Millions of Americans continue to wait for 2021 tax year refunds due to a backlog of returns at that IRS, according to a taxpayer advocate.
National Taxpayer Advocate Erin Collins gave an update Thursday on the IRS' attempt to work through the backlog.
"I look at the numbers and see millions of taxpayers that are still waiting for their returns to be processed," Collins wrote via the NTA blog. "As of Oct. 21, the IRS had about three million individual returns and north of four million business returns awaiting initial processing, as well as about two million amended individual and business returns.
"In total, it has over 6.3 million returns in suspense, with about two million in unpostable status, 1.1 million processing rejects, a half-million in error resolution, and nearly three million still waiting to be worked for potential identity theft."
The backlog is nothing new. A similar situation last occurred year.
"For some, this filing season may have felt like 'Groundhog Day,'" wrote Collins, referring to the Bill Murray movie. "Numerically the IRS is in about the same place that it was around the same time last year."
Things could worse this year. The IRS had about 7 million paper tax returns in its inventory around the same time last year.
Near the end of October, more than 164 million individual tax returns for 2021 had been filed — 92% filed electronically — and nearly 109 million refunds were issued totaling nearly $345 billion.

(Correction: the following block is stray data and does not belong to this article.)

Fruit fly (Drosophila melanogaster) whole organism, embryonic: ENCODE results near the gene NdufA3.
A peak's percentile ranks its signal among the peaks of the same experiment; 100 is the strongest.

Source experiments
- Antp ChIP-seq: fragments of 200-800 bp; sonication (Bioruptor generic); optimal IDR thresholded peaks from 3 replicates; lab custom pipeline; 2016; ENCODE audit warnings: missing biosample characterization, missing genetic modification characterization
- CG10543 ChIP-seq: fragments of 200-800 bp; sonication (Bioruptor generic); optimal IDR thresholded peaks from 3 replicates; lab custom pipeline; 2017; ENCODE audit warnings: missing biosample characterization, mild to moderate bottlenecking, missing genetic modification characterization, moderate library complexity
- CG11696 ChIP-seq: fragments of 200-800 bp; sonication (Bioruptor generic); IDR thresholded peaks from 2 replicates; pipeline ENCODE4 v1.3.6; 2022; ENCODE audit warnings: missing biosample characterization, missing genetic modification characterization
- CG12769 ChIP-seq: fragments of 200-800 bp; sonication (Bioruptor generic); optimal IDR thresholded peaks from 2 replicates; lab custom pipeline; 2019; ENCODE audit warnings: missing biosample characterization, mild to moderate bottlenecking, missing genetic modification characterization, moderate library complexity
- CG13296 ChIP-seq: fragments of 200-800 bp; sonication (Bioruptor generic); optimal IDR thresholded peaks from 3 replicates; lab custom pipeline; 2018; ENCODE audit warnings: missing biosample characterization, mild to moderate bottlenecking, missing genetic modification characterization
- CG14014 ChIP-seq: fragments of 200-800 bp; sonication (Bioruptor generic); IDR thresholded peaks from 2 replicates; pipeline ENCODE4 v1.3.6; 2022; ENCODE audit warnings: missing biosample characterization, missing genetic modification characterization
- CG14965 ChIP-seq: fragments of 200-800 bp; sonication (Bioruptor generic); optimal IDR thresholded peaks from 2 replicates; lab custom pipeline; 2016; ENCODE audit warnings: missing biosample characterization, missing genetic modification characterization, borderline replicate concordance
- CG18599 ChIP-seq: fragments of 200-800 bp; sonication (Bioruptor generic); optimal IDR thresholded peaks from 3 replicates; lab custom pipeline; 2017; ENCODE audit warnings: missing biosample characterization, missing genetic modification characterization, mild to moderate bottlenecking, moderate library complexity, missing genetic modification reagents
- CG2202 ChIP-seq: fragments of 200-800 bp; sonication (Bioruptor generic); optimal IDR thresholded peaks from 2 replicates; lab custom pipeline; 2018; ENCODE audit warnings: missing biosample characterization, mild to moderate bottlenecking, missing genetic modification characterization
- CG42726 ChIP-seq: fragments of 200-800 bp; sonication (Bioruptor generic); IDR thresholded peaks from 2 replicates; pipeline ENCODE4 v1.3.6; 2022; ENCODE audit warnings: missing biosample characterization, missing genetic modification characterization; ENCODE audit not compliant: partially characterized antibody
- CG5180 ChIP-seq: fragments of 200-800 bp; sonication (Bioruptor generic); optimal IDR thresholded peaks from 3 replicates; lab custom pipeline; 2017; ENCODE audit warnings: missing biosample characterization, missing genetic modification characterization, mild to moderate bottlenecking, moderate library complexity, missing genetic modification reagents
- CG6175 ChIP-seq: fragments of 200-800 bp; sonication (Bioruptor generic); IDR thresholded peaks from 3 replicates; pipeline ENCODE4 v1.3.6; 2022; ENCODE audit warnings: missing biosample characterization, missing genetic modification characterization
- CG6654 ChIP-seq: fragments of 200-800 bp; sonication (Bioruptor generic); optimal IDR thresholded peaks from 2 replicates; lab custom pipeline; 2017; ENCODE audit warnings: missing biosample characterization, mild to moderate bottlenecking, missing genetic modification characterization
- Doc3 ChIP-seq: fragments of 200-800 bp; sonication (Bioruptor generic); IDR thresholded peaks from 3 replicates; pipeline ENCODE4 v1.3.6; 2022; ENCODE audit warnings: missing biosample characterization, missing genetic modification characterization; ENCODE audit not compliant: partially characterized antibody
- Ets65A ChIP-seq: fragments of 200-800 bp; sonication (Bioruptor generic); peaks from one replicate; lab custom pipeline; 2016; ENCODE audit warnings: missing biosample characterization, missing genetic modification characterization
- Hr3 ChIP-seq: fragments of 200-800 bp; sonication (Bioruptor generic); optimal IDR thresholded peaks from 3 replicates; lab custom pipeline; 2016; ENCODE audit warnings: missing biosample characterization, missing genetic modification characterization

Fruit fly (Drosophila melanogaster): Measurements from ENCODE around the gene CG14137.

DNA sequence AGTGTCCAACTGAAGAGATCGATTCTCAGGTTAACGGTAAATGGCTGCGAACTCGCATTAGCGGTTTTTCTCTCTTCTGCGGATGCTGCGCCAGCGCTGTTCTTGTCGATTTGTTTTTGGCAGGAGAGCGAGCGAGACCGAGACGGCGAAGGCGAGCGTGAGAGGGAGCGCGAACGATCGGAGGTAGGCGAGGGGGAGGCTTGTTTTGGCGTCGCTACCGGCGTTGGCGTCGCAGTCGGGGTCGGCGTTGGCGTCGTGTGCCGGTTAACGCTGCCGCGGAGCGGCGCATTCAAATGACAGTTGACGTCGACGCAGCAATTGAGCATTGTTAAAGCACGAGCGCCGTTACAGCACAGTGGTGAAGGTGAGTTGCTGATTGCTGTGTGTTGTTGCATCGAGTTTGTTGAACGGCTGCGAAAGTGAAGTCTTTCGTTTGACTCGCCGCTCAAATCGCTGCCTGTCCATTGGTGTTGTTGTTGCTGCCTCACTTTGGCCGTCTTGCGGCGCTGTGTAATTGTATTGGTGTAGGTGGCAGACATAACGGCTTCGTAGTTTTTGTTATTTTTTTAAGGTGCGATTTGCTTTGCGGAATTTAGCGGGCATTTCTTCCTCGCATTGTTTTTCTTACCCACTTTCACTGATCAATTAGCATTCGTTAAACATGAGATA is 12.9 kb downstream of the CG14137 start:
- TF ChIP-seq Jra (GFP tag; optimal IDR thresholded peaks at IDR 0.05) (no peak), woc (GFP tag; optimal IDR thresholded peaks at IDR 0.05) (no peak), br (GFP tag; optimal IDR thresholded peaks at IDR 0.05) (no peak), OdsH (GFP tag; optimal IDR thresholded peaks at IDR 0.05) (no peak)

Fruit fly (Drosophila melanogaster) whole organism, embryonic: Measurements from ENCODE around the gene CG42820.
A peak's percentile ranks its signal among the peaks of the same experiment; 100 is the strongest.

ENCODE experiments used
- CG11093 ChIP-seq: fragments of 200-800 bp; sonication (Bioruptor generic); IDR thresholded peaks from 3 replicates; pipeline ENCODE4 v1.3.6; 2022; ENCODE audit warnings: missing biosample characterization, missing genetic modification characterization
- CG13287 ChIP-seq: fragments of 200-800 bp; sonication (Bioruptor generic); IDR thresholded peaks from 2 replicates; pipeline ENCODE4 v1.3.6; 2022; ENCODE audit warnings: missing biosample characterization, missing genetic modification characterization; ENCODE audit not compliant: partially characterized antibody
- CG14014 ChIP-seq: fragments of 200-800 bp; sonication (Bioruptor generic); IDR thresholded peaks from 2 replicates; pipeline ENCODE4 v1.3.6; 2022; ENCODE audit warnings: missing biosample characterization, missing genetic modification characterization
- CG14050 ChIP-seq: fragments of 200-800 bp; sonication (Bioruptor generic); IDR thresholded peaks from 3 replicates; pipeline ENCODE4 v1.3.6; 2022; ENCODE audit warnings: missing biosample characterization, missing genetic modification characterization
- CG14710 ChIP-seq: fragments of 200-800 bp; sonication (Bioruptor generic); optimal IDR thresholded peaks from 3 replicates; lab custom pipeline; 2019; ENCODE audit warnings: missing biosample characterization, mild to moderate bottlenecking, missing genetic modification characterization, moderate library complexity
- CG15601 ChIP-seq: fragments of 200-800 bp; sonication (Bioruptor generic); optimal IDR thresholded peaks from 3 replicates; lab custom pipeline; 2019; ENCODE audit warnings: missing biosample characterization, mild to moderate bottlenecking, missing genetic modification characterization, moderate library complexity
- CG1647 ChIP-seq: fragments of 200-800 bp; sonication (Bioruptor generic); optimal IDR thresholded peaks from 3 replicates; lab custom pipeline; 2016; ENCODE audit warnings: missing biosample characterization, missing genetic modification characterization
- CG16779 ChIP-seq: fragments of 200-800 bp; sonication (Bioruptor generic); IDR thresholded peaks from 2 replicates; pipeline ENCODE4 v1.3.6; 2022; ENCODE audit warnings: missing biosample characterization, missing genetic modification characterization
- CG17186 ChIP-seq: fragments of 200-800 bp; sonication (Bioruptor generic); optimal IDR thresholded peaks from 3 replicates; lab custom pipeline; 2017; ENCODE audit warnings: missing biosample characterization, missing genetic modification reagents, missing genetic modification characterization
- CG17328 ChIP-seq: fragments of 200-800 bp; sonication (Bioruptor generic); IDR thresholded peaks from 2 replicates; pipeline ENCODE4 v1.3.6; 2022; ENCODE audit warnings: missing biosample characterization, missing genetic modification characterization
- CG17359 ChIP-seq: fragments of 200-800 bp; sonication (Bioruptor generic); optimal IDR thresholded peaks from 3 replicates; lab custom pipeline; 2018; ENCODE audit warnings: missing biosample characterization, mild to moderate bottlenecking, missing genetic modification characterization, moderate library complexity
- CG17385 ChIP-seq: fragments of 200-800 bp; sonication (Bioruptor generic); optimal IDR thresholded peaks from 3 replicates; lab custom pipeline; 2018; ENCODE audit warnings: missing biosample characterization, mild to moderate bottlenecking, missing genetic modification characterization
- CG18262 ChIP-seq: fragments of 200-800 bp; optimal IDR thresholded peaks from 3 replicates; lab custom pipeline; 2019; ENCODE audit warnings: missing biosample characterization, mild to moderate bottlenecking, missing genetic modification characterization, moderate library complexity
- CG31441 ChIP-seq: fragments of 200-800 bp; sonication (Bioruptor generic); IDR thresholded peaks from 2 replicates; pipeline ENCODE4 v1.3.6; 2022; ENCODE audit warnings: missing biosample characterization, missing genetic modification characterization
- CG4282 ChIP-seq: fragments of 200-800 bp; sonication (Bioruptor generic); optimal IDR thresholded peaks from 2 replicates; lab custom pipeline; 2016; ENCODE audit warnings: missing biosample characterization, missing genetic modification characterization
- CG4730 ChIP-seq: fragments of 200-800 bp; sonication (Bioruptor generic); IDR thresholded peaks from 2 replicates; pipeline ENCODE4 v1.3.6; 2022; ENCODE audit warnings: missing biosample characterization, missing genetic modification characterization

Collins' blog post came after the IRS was allotted $80 billion by Democrat lawmakers in August to beef up its staff, increase enforcement against tax cheats and modernize its systems.
Republicans argued that the money will be used to go after the middle class and small-business owners.
Even if the midterms give the GOP a House majority, official results in a group of House races remained undecided, President Joe Biden's presence likely would ensure the new IRS funding remains in place.
"As the National Taxpayer Advocate, I want the best possible service for taxpayers and will continue to provide my input as the IRS creates its Operational Plan with the increased funding provided by Congress," Collins wrote.
Collins based her blog entry on IRS processing and a recent experience at the IRS’s Kansas City campus, where she "had the privilege of working alongside mailroom employees."
"I was also able to personally observe the overwhelming amount of paper through which the IRS must work," she wrote. "Seeing seemingly endless carts of paper while knowing that documents buried within those carts represent delayed refunds for millions of taxpayers in need is beyond difficult for our employees."
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